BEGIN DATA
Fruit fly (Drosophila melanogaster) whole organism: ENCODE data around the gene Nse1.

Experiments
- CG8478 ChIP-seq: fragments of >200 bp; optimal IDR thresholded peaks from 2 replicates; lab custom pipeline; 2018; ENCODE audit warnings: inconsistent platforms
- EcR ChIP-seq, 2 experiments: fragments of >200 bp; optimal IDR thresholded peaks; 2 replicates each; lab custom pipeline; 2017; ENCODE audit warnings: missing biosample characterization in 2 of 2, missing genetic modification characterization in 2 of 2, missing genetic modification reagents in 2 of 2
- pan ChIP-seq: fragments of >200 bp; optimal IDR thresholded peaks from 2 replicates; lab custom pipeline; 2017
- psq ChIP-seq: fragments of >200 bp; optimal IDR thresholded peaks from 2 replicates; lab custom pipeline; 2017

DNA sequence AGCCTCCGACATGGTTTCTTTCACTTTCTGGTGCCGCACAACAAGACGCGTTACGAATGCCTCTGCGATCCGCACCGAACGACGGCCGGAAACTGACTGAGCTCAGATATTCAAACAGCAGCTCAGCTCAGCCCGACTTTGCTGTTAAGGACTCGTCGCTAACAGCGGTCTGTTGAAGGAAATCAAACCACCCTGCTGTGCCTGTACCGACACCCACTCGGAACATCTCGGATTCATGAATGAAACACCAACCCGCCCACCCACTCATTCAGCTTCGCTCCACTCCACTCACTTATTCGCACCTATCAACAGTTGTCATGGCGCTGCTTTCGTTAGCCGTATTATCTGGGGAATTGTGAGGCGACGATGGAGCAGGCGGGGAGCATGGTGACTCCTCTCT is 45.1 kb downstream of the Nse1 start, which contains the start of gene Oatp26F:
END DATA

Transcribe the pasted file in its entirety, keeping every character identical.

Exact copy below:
Fruit fly (Drosophila melanogaster) whole organism: ENCODE data around the gene Nse1.

Experiments
- CG8478 ChIP-seq: fragments of >200 bp; optimal IDR thresholded peaks from 2 replicates; lab custom pipeline; 2018; ENCODE audit warnings: inconsistent platforms
- EcR ChIP-seq, 2 experiments: fragments of >200 bp; optimal IDR thresholded peaks; 2 replicates each; lab custom pipeline; 2017; ENCODE audit warnings: missing biosample characterization in 2 of 2, missing genetic modification characterization in 2 of 2, missing genetic modification reagents in 2 of 2
- pan ChIP-seq: fragments of >200 bp; optimal IDR thresholded peaks from 2 replicates; lab custom pipeline; 2017
- psq ChIP-seq: fragments of >200 bp; optimal IDR thresholded peaks from 2 replicates; lab custom pipeline; 2017

DNA sequence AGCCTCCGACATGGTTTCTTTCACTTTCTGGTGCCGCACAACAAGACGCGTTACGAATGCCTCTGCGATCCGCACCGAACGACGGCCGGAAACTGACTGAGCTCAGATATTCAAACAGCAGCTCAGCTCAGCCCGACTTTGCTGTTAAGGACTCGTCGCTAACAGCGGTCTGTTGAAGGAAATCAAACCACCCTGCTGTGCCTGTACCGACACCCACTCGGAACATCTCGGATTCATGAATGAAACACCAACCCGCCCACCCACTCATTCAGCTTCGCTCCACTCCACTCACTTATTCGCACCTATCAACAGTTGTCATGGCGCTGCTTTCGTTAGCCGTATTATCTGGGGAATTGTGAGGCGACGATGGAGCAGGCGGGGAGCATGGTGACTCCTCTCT is 45.1 kb downstream of the Nse1 start, which contains the start of gene Oatp26F: